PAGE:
Something that you came back talking a lot about was also something I noticed in London. I actually almost got run over three times by taxis in London because they’re converted most of the fleet over there to electric. The sound around the streets was really, really noticeable. The buses are all electric, half the cars seem to be electric in London and the taxis, yeah they sneak up on you and you don’t even see them coming. A health warning for people that are heading there, but you had a similar experience in Europe and I guess opened your eyes a little bit to where we are in the world.

Gareth: Yeah. There’s a big change coming. And I think it’s really important from an Australian perspective.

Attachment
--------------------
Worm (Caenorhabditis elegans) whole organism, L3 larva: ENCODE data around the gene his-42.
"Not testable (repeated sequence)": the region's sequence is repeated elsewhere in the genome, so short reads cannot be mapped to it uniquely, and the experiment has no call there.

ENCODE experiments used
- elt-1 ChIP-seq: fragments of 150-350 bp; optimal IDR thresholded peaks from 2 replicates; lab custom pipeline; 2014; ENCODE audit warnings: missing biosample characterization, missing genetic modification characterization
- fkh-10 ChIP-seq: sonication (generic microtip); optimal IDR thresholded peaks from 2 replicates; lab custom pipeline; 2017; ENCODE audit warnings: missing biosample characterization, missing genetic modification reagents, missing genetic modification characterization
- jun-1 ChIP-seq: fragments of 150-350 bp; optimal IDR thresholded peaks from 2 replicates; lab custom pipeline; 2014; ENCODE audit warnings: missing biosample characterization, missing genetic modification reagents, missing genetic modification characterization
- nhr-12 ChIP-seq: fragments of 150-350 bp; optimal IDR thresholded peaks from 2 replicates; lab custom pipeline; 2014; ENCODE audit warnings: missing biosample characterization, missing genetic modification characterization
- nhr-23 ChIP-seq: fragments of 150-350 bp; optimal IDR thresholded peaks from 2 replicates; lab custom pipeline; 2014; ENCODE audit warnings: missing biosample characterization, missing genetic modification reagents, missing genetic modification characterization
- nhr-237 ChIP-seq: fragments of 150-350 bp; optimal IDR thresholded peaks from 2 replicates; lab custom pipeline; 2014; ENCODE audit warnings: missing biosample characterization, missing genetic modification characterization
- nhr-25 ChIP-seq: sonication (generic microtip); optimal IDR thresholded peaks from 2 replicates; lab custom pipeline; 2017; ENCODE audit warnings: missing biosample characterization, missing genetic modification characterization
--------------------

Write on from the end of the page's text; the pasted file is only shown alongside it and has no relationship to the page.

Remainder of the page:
It’s easy to miss. This is my chief point there. You and I have been going to Oslo a couple of times over the years, as long ag as 2017, I was blown away by how many Teslas there are on the streets of Oslo. So it’s not like electric vehicles are new to us, but that’s a very rich country. There was some huge incentives for people to get electric vehicles in Norway.

What was interesting about this trip having not been to Austria and central Europe for almost three years is that that revolution is really happening in central Europe, in Germany, in Austria, in the UK. My brother and sister-in-law have bought an electric vehicle. One of my wife’s best friends has bought an electric vehicle.

This is all sort of happened on the hush. We didn’t even know people were doing it. The town that my wife grew up in has a bunch of charging stations put in that, I think they’ve got more charging stations in these little town with 5,000 people than we have in the Eastern suburbs of Sydney.